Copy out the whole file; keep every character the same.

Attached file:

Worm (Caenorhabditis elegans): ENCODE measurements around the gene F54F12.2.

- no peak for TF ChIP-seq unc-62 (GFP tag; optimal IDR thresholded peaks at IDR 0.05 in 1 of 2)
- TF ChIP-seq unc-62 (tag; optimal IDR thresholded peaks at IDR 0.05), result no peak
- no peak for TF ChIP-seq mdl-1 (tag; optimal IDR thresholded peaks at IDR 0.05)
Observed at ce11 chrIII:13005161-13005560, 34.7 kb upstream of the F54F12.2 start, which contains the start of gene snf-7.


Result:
Worm (Caenorhabditis elegans): ENCODE measurements around the gene F54F12.2.

- no peak for TF ChIP-seq unc-62 (GFP tag; optimal IDR thresholded peaks at IDR 0.05 in 1 of 2)
- TF ChIP-seq unc-62 (tag; optimal IDR thresholded peaks at IDR 0.05), result no peak
- no peak for TF ChIP-seq mdl-1 (tag; optimal IDR thresholded peaks at IDR 0.05)
Observed at ce11 chrIII:13005161-13005560, 34.7 kb upstream of the F54F12.2 start, which contains the start of gene snf-7.